For Teachers: Mary Elizabeth Bowser: Tea and secrets
JASMIN K. WILLIAMS Special to the AmNews | 3/1/2012, 3:38 p.m.
There was much more to this house servant than just serving tea. She was one of the Union's most important spies during the Civil War. Mary Elizabeth Bowser and Elizabeth Van Lew engaged in an ingenious and elaborate spy mission during the Civil War, giving crucial information to the Union Army.
Details of Bowser's life are sketchy, but it is believed she was born into slavery around 1839 in Richmond, Va. She was owned by John Van Lew. Upon his death, his daughter Elizabeth freed all of her father's slaves. Bowser was kept on as a paid servant. Van Lew sent her to Philadelphia to attend the Quaker School for Negroes in the 1850s. Upon her return to Richmond, Mary married William Bowser, a free Black man, and continued to work for the Van Lews.
Van Lew was a staunch abolitionist and Union supporter. She used her family's wealth and prominence to help facilitate her plan but came under fire from her neighbors and other Confederate supporters. She started by taking food and medicine to captured Union soldiers held at Libby Prison. To divert attention from her very serious mission, she took on a slovenly, slightly crazy persona, which earned her the nickname "Crazy Bet." It was also around this time that she developed a scheme to help the Union soldiers by spying on the Confederate Army, but she needed help. What better place to pull this off than right at the source, in the home of Confederate President Jefferson Davis, and who better to help her than the seemingly dimwitted Bowser?
"Crazy Bet" helped captured Union soldiers escape. She hid coded messages in their shoes and in hollowed-out eggshells. She hid escaped prisoners in a secret room in her family's mansion.
For her part, Bowser became "Ellen Bond," an able-bodied but not-too-bright servant. She went to work in the Davis home, serving at functions hosted by Davis' wife, Varina. The Davis family liked "Ellen's" work and hired her full time, believing that she was nothing more than an illiterate servant, as most slaves were. It was an assumption based on prejudice, and it proved to be a gross mistake.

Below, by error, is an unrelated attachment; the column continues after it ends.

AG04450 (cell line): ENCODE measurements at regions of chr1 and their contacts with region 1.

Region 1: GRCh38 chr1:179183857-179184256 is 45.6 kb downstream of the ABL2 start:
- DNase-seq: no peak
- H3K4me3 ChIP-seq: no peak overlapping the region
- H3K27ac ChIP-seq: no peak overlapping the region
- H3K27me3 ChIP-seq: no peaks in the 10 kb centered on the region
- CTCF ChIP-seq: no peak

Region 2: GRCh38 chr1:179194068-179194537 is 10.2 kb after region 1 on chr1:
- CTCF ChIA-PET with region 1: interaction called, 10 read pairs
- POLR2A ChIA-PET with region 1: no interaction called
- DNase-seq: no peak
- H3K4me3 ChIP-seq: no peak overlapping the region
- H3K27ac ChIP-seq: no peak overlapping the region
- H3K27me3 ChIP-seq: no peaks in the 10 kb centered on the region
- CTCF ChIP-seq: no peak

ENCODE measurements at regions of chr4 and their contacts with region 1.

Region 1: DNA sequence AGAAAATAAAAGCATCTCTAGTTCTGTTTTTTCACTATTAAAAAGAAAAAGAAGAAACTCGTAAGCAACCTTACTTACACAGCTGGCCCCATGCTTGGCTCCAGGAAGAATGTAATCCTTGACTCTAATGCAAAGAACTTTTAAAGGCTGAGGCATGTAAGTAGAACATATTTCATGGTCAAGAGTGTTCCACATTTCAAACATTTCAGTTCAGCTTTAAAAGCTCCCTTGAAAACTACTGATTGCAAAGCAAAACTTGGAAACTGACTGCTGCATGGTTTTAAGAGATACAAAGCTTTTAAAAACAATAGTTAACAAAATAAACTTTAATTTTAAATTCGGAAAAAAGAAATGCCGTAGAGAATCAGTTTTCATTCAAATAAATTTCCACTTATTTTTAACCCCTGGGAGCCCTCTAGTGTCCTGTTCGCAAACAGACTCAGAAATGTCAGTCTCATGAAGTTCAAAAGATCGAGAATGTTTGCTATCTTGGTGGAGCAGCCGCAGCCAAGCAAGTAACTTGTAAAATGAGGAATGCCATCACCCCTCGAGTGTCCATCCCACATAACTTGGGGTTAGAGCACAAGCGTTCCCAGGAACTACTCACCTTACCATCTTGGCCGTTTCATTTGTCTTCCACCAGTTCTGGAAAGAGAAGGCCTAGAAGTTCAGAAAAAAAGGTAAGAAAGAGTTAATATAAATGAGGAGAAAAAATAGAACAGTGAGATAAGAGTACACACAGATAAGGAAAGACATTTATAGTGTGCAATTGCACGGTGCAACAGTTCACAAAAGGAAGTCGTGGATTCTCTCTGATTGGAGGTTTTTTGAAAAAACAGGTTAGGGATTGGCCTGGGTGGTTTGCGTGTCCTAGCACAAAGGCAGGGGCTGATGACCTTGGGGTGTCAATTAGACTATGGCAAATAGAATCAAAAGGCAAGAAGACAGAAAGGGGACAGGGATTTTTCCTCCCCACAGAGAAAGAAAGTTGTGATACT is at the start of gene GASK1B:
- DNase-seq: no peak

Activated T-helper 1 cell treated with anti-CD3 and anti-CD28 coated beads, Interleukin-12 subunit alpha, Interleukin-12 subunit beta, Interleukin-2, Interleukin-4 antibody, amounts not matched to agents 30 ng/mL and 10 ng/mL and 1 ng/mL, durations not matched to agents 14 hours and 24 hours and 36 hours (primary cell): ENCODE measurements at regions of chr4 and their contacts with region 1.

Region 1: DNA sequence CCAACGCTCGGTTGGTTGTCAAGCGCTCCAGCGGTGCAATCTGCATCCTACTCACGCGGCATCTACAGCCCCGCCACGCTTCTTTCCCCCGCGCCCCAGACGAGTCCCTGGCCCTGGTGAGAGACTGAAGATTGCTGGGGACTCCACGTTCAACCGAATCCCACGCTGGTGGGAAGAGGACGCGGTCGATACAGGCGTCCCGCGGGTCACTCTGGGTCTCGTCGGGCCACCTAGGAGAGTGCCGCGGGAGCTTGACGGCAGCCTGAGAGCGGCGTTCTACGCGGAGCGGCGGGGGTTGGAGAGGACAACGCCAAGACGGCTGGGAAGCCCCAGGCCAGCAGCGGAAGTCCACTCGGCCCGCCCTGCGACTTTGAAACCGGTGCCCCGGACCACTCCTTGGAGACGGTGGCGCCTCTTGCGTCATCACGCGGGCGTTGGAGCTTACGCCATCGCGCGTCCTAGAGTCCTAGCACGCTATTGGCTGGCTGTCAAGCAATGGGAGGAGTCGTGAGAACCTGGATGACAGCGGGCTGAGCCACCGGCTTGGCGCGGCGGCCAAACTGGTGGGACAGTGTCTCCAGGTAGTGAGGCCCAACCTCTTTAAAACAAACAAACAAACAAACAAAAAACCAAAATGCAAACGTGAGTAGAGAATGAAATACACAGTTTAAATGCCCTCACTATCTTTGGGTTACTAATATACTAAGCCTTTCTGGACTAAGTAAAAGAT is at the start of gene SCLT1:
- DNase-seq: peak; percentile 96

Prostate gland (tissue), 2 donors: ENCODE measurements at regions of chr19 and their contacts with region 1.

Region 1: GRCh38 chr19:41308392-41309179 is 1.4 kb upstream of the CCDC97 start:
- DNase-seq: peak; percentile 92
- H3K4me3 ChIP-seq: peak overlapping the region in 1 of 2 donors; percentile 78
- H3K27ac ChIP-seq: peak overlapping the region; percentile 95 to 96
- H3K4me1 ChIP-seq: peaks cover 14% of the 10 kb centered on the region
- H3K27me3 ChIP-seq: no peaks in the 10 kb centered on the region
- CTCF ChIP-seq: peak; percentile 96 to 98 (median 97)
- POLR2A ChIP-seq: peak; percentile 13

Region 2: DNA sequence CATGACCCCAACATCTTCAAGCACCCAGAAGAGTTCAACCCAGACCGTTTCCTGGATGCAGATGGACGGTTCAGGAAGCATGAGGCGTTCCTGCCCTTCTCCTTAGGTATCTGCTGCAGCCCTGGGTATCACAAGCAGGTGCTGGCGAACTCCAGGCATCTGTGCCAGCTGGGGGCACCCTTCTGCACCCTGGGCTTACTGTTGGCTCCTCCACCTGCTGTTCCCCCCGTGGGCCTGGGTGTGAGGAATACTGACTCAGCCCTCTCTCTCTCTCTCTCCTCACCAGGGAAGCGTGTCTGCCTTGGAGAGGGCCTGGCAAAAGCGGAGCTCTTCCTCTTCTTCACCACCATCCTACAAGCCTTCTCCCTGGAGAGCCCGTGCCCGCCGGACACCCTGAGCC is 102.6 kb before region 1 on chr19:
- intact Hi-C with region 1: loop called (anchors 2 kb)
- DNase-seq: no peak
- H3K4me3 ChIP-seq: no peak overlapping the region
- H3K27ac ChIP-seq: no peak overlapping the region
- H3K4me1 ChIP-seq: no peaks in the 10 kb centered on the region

In the course of doing her job, the smart and cunning Bowser was able to gain invaluable information. She overheard conversations between Davis and his advisers and military officers about troop strategies and planned movement. She was able to read letters and other documents that were left out in plain sight in the president's private study. Unbeknownst to her employers, Bowser had a photographic memory and could recall everything she read, saw and heard, word for word. By the time Davis realized there was a leak in his house, it was too late to do anything about it, as crucial information had already been leaked.
Bowser passed what she had learned to Van Lew during visits to the Van Lew farm and to Thomas McNiven, a baker who made deliveries to the Davis house. Before McNiven's death in 1904, he told his daughter about these meetings.